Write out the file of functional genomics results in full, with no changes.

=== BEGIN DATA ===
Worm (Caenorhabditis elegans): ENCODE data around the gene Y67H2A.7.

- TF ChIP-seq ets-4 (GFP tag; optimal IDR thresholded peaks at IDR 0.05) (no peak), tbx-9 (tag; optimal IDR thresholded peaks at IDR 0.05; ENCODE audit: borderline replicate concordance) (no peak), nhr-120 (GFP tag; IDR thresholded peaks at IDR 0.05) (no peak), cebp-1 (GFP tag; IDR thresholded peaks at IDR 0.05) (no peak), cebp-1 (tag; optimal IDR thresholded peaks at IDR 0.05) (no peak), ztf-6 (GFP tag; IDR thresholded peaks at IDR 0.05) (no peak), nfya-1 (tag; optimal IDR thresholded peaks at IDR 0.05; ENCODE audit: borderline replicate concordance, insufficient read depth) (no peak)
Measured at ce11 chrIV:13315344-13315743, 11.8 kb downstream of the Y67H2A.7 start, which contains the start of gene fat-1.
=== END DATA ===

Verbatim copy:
Worm (Caenorhabditis elegans): ENCODE data around the gene Y67H2A.7.

- TF ChIP-seq ets-4 (GFP tag; optimal IDR thresholded peaks at IDR 0.05) (no peak), tbx-9 (tag; optimal IDR thresholded peaks at IDR 0.05; ENCODE audit: borderline replicate concordance) (no peak), nhr-120 (GFP tag; IDR thresholded peaks at IDR 0.05) (no peak), cebp-1 (GFP tag; IDR thresholded peaks at IDR 0.05) (no peak), cebp-1 (tag; optimal IDR thresholded peaks at IDR 0.05) (no peak), ztf-6 (GFP tag; IDR thresholded peaks at IDR 0.05) (no peak), nfya-1 (tag; optimal IDR thresholded peaks at IDR 0.05; ENCODE audit: borderline replicate concordance, insufficient read depth) (no peak)
Measured at ce11 chrIV:13315344-13315743, 11.8 kb downstream of the Y67H2A.7 start, which contains the start of gene fat-1.